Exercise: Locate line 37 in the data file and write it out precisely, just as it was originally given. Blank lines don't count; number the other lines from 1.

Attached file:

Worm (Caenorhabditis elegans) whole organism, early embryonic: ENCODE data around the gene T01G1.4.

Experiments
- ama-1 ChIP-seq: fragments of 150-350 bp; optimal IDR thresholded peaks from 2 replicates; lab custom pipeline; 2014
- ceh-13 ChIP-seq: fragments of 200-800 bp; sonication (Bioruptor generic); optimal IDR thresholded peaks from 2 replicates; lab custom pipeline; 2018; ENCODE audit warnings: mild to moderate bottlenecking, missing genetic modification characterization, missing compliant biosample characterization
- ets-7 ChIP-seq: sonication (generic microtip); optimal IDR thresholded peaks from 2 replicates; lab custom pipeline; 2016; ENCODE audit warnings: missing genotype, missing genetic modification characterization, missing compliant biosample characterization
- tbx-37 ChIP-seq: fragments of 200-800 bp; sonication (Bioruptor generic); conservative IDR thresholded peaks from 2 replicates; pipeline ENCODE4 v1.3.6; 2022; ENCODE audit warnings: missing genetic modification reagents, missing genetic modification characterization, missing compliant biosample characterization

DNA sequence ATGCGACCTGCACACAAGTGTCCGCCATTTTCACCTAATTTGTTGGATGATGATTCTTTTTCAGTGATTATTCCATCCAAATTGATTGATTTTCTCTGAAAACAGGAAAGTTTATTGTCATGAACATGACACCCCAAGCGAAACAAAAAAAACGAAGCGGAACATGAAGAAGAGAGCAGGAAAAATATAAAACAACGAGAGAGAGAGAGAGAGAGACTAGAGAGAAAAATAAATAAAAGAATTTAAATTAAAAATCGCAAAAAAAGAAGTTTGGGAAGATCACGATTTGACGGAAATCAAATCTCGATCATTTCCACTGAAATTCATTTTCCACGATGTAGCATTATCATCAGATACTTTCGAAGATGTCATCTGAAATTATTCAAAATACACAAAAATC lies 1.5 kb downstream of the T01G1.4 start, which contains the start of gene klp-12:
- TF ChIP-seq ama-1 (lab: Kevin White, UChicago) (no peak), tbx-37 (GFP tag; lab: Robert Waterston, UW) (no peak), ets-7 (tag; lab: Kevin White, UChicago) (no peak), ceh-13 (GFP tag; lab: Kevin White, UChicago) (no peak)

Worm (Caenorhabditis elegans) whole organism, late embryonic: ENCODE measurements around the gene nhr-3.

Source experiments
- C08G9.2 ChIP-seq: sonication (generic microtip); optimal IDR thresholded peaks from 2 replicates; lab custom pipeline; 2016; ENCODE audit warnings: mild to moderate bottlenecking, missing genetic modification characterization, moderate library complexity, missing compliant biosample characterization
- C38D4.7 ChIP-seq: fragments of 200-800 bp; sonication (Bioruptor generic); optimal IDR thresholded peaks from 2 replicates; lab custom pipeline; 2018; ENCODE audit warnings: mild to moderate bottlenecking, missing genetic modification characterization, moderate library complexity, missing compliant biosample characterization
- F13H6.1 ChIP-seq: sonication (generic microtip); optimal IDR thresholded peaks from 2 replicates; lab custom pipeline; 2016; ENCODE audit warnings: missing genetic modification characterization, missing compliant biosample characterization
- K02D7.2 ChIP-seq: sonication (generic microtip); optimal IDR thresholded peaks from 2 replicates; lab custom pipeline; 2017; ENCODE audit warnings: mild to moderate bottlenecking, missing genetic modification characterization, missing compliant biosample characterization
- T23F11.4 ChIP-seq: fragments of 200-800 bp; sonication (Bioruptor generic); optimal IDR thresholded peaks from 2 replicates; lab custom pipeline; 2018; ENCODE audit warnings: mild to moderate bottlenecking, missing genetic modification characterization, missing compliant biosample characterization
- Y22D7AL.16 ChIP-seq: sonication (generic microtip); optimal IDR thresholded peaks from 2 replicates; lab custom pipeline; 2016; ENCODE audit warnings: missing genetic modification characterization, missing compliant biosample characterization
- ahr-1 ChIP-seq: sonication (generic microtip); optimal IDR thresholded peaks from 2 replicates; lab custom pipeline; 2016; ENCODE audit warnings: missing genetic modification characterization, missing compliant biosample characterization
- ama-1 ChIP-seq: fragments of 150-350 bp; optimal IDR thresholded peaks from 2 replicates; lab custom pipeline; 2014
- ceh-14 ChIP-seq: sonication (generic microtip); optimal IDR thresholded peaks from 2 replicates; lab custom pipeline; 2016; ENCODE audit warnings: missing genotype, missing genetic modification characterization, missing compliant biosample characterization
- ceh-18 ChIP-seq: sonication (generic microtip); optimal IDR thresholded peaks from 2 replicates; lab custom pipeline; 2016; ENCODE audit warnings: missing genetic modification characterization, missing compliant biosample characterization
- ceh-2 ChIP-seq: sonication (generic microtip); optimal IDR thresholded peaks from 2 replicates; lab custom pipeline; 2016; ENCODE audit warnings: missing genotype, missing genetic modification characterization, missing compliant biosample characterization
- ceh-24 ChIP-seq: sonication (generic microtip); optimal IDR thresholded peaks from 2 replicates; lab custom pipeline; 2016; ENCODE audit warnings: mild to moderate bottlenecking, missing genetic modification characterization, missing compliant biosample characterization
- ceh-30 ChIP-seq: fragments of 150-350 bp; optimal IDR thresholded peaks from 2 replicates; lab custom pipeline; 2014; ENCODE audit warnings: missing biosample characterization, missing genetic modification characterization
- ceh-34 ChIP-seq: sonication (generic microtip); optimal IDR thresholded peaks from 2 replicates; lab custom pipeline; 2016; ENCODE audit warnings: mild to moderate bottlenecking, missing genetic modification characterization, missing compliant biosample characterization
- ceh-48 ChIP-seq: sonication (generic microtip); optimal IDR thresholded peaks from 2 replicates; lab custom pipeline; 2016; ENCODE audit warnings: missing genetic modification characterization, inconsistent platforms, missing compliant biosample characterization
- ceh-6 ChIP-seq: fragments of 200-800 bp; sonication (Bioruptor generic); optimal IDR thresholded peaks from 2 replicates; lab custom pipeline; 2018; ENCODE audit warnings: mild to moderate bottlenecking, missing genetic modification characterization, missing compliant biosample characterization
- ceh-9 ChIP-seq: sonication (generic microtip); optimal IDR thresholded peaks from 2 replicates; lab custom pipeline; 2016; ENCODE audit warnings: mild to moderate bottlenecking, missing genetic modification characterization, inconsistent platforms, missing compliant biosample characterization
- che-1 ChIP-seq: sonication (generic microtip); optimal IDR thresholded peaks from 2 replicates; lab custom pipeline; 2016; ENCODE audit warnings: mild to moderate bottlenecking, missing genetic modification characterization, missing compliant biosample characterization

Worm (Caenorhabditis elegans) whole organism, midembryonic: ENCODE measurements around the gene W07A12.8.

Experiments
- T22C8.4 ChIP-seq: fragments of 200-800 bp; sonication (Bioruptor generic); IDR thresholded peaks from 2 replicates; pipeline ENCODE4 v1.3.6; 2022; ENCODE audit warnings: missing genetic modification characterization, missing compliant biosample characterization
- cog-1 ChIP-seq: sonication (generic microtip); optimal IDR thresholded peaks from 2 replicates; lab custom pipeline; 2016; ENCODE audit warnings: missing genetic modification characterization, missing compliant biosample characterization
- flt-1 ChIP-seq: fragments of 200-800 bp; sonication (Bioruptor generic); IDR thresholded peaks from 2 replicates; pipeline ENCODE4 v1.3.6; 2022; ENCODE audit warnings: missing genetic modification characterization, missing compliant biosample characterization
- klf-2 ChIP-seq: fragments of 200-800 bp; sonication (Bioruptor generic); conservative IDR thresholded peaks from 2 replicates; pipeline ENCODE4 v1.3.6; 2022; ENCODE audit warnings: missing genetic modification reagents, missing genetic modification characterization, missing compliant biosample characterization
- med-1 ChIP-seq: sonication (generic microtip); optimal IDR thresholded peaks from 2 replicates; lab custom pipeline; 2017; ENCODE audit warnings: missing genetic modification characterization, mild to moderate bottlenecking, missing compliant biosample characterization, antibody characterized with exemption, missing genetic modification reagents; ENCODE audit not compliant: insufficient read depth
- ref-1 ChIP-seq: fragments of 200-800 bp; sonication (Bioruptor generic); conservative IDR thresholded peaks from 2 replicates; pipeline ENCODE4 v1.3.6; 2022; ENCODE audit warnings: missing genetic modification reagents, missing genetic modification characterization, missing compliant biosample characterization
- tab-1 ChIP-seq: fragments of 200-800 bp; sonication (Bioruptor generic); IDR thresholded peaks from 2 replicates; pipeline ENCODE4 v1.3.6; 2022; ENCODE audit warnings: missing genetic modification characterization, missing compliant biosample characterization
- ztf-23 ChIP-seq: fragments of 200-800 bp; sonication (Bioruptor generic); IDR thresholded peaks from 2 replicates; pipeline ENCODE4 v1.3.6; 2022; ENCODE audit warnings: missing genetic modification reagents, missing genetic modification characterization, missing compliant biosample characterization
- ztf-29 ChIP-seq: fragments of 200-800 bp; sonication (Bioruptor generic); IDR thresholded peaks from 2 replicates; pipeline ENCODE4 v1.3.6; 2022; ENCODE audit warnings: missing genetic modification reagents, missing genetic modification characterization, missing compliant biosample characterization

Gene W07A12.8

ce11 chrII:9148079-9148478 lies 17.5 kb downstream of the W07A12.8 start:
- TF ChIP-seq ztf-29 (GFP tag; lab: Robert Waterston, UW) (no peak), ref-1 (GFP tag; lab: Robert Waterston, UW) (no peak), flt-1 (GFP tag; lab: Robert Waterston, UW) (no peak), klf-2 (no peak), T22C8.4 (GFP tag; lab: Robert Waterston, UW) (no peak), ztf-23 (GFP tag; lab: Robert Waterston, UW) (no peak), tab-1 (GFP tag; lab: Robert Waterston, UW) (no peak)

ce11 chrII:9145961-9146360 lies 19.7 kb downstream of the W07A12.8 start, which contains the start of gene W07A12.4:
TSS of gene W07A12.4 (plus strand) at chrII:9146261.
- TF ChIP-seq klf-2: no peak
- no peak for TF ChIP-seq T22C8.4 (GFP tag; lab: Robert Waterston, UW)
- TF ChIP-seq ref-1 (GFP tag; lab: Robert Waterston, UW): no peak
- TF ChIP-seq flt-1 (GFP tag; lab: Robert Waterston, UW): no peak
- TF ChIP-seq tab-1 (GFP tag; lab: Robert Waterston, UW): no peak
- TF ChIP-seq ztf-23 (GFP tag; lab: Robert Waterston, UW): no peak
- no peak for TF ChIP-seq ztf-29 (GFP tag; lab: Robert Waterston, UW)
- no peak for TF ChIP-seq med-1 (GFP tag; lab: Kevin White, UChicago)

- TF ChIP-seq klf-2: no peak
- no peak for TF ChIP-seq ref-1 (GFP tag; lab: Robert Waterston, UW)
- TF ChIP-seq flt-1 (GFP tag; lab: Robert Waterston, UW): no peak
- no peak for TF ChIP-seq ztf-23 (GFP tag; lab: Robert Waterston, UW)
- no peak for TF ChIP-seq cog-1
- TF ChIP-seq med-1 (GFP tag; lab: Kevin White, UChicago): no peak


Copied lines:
- tab-1 ChIP-seq: fragments of 200-800 bp; sonication (Bioruptor generic); IDR thresholded peaks from 2 replicates; pipeline ENCODE4 v1.3.6; 2022; ENCODE audit warnings: missing genetic modification characterization, missing compliant biosample characterization